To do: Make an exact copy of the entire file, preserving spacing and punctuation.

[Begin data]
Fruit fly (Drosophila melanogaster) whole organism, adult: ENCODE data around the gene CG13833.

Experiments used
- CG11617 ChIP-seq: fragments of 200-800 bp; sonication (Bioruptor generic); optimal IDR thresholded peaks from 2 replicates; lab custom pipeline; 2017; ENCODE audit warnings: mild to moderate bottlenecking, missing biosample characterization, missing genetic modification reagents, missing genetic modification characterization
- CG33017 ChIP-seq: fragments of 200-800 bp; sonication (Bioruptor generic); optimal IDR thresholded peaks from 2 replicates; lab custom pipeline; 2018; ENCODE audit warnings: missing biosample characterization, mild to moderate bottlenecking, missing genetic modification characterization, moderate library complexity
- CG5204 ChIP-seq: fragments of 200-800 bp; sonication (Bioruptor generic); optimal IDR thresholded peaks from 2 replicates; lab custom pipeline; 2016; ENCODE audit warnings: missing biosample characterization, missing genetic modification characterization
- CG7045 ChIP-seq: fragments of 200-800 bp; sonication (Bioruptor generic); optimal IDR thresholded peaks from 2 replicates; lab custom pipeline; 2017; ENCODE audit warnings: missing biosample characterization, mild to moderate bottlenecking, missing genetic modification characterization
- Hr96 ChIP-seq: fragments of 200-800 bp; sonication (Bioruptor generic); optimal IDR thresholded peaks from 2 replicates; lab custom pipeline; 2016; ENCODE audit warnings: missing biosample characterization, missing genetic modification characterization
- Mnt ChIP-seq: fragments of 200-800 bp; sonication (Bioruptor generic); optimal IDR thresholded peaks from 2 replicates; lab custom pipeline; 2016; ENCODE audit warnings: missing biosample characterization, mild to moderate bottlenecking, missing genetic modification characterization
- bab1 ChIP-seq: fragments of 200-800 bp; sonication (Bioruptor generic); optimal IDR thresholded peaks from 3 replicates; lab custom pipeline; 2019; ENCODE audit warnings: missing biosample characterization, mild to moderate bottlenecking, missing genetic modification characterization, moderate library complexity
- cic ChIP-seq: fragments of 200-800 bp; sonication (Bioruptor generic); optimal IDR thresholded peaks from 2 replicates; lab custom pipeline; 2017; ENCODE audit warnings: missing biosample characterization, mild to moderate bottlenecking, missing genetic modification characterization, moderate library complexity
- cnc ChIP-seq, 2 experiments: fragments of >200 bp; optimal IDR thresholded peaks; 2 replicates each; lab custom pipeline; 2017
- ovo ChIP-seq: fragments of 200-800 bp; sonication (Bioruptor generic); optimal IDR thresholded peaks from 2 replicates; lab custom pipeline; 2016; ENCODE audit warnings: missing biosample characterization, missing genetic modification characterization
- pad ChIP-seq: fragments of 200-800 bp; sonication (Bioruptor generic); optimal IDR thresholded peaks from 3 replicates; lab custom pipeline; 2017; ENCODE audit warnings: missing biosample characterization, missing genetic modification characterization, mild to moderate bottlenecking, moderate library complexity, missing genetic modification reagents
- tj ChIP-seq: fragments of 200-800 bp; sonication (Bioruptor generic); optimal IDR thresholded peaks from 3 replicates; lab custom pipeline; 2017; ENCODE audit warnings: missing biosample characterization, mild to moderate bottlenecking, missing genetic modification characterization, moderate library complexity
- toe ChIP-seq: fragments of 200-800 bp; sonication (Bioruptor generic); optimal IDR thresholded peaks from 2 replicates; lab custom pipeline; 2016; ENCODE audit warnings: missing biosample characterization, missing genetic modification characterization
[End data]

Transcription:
Fruit fly (Drosophila melanogaster) whole organism, adult: ENCODE data around the gene CG13833.

Experiments used
- CG11617 ChIP-seq: fragments of 200-800 bp; sonication (Bioruptor generic); optimal IDR thresholded peaks from 2 replicates; lab custom pipeline; 2017; ENCODE audit warnings: mild to moderate bottlenecking, missing biosample characterization, missing genetic modification reagents, missing genetic modification characterization
- CG33017 ChIP-seq: fragments of 200-800 bp; sonication (Bioruptor generic); optimal IDR thresholded peaks from 2 replicates; lab custom pipeline; 2018; ENCODE audit warnings: missing biosample characterization, mild to moderate bottlenecking, missing genetic modification characterization, moderate library complexity
- CG5204 ChIP-seq: fragments of 200-800 bp; sonication (Bioruptor generic); optimal IDR thresholded peaks from 2 replicates; lab custom pipeline; 2016; ENCODE audit warnings: missing biosample characterization, missing genetic modification characterization
- CG7045 ChIP-seq: fragments of 200-800 bp; sonication (Bioruptor generic); optimal IDR thresholded peaks from 2 replicates; lab custom pipeline; 2017; ENCODE audit warnings: missing biosample characterization, mild to moderate bottlenecking, missing genetic modification characterization
- Hr96 ChIP-seq: fragments of 200-800 bp; sonication (Bioruptor generic); optimal IDR thresholded peaks from 2 replicates; lab custom pipeline; 2016; ENCODE audit warnings: missing biosample characterization, missing genetic modification characterization
- Mnt ChIP-seq: fragments of 200-800 bp; sonication (Bioruptor generic); optimal IDR thresholded peaks from 2 replicates; lab custom pipeline; 2016; ENCODE audit warnings: missing biosample characterization, mild to moderate bottlenecking, missing genetic modification characterization
- bab1 ChIP-seq: fragments of 200-800 bp; sonication (Bioruptor generic); optimal IDR thresholded peaks from 3 replicates; lab custom pipeline; 2019; ENCODE audit warnings: missing biosample characterization, mild to moderate bottlenecking, missing genetic modification characterization, moderate library complexity
- cic ChIP-seq: fragments of 200-800 bp; sonication (Bioruptor generic); optimal IDR thresholded peaks from 2 replicates; lab custom pipeline; 2017; ENCODE audit warnings: missing biosample characterization, mild to moderate bottlenecking, missing genetic modification characterization, moderate library complexity
- cnc ChIP-seq, 2 experiments: fragments of >200 bp; optimal IDR thresholded peaks; 2 replicates each; lab custom pipeline; 2017
- ovo ChIP-seq: fragments of 200-800 bp; sonication (Bioruptor generic); optimal IDR thresholded peaks from 2 replicates; lab custom pipeline; 2016; ENCODE audit warnings: missing biosample characterization, missing genetic modification characterization
- pad ChIP-seq: fragments of 200-800 bp; sonication (Bioruptor generic); optimal IDR thresholded peaks from 3 replicates; lab custom pipeline; 2017; ENCODE audit warnings: missing biosample characterization, missing genetic modification characterization, mild to moderate bottlenecking, moderate library complexity, missing genetic modification reagents
- tj ChIP-seq: fragments of 200-800 bp; sonication (Bioruptor generic); optimal IDR thresholded peaks from 3 replicates; lab custom pipeline; 2017; ENCODE audit warnings: missing biosample characterization, mild to moderate bottlenecking, missing genetic modification characterization, moderate library complexity
- toe ChIP-seq: fragments of 200-800 bp; sonication (Bioruptor generic); optimal IDR thresholded peaks from 2 replicates; lab custom pipeline; 2016; ENCODE audit warnings: missing biosample characterization, missing genetic modification characterization